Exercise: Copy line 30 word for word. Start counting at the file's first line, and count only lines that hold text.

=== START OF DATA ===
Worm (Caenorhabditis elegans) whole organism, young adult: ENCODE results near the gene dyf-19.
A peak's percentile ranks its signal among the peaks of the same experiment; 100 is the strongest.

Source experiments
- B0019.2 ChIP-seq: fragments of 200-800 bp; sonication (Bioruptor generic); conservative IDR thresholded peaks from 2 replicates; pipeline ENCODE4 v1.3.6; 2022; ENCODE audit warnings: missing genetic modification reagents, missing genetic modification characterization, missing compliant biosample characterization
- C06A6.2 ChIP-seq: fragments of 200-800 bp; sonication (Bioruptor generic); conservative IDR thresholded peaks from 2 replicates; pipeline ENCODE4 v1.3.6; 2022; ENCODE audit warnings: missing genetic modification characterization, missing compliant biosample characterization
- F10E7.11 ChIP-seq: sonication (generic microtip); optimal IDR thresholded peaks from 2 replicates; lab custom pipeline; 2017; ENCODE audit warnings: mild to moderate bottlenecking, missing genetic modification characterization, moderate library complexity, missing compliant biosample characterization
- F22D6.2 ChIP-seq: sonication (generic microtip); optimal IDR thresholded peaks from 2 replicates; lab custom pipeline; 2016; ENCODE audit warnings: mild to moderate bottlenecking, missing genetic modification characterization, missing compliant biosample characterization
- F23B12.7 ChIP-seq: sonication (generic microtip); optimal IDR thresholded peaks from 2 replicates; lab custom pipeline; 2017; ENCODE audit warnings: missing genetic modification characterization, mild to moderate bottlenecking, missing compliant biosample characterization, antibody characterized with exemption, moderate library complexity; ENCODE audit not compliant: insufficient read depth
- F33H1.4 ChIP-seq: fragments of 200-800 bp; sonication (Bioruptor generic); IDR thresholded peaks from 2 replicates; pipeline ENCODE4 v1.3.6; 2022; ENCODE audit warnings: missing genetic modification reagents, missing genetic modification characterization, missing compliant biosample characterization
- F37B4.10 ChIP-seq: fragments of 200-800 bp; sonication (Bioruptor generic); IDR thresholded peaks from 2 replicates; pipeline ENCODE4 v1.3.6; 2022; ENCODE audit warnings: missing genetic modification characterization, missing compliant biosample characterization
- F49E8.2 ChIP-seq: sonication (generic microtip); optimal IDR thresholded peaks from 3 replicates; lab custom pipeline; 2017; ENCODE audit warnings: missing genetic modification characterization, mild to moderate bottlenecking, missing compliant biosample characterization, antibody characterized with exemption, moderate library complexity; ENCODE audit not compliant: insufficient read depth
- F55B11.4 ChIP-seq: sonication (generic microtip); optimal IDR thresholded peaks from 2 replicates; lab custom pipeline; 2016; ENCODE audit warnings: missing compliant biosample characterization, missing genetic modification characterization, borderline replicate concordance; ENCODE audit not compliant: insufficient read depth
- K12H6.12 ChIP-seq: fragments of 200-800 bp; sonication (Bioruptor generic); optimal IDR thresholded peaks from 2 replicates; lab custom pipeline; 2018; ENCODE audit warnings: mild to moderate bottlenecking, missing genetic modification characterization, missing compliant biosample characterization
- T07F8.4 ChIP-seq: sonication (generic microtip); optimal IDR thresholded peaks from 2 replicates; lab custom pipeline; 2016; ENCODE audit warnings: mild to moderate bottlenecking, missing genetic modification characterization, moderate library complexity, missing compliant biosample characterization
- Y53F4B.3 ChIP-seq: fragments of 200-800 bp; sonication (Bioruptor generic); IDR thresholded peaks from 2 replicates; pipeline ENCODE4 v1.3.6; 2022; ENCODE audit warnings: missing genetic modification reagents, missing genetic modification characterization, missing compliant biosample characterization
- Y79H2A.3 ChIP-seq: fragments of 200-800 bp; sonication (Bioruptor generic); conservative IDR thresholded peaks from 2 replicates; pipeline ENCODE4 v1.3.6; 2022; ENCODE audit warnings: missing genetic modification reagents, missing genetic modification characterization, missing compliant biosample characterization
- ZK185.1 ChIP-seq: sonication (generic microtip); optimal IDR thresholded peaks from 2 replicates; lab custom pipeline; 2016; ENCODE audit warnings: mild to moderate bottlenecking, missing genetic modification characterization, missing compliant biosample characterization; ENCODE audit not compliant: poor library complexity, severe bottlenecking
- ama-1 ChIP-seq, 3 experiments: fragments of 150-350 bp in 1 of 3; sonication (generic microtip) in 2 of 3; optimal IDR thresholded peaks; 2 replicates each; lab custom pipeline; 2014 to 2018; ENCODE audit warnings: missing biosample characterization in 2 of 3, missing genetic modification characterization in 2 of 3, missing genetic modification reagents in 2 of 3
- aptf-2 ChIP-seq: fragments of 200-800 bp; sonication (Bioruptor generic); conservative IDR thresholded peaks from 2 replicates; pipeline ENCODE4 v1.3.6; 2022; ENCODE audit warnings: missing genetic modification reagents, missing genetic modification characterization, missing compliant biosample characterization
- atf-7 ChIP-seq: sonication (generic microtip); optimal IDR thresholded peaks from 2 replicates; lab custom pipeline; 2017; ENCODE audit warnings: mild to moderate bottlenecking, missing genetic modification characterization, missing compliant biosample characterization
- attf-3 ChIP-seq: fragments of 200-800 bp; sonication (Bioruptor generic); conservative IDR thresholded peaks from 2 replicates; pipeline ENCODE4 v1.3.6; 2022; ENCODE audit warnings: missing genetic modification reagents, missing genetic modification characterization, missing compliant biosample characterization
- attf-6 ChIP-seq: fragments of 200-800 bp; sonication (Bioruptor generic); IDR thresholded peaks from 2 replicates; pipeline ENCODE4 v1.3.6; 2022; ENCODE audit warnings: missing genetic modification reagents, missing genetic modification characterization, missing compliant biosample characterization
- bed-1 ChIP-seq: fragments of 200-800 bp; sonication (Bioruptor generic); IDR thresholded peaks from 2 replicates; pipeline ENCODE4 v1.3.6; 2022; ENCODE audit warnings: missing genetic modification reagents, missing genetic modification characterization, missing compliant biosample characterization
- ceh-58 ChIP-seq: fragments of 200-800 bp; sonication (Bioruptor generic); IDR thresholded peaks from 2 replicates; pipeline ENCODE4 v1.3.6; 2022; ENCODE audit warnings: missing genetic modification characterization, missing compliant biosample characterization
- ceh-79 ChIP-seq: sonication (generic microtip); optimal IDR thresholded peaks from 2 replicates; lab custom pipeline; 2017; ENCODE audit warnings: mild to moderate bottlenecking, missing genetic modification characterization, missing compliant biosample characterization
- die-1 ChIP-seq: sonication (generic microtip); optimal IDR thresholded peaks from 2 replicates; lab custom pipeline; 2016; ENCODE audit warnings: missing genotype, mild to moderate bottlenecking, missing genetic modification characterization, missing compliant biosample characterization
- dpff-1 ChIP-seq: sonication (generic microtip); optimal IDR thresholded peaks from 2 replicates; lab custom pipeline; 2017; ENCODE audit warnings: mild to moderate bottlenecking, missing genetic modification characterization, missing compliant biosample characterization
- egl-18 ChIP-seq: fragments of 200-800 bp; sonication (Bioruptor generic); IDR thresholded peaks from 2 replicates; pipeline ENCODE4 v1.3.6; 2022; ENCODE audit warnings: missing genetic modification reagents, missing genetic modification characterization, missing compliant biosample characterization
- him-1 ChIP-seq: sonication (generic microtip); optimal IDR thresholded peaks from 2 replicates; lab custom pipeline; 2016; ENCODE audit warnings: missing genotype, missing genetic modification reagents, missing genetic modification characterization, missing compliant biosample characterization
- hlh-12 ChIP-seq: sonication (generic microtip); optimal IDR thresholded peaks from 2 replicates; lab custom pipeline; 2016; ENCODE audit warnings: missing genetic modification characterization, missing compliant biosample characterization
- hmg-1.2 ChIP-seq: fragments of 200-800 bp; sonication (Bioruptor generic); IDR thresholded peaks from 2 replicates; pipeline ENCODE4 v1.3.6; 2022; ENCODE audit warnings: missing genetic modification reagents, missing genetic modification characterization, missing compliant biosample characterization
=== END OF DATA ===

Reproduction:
- hlh-12 ChIP-seq: sonication (generic microtip); optimal IDR thresholded peaks from 2 replicates; lab custom pipeline; 2016; ENCODE audit warnings: missing genetic modification characterization, missing compliant biosample characterization